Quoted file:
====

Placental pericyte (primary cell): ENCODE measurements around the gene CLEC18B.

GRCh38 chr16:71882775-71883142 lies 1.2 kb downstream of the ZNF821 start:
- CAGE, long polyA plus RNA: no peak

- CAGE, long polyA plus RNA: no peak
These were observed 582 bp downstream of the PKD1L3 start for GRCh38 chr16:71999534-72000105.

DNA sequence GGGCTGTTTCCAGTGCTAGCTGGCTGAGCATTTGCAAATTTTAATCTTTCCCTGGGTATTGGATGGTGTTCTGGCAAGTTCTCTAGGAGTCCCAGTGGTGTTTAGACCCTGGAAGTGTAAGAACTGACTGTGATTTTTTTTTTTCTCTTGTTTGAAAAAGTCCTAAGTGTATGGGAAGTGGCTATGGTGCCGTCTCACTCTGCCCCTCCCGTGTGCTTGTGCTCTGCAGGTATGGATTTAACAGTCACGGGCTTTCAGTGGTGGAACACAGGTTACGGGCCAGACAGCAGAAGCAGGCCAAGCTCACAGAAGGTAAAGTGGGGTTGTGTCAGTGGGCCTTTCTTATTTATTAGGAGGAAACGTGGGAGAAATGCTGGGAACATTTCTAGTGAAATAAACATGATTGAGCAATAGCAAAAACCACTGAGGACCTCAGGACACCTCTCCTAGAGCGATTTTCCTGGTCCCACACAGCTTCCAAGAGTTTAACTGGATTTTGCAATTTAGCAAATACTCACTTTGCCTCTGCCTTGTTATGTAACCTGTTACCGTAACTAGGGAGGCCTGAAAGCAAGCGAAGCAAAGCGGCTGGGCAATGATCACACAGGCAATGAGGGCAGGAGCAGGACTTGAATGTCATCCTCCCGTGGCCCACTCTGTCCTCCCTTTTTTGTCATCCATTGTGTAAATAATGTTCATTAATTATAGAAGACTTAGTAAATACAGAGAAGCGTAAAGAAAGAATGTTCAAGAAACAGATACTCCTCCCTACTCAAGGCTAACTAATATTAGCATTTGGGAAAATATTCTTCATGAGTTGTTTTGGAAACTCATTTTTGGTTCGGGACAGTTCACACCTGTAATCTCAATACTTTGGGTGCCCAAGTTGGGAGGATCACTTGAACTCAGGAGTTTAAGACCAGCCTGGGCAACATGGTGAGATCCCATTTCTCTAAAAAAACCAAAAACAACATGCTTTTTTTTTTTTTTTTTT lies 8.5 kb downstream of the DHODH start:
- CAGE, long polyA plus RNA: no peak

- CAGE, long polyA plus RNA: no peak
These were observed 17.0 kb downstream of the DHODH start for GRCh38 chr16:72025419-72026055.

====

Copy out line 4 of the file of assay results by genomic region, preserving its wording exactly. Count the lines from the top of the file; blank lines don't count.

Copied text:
- CAGE, long polyA plus RNA: no peak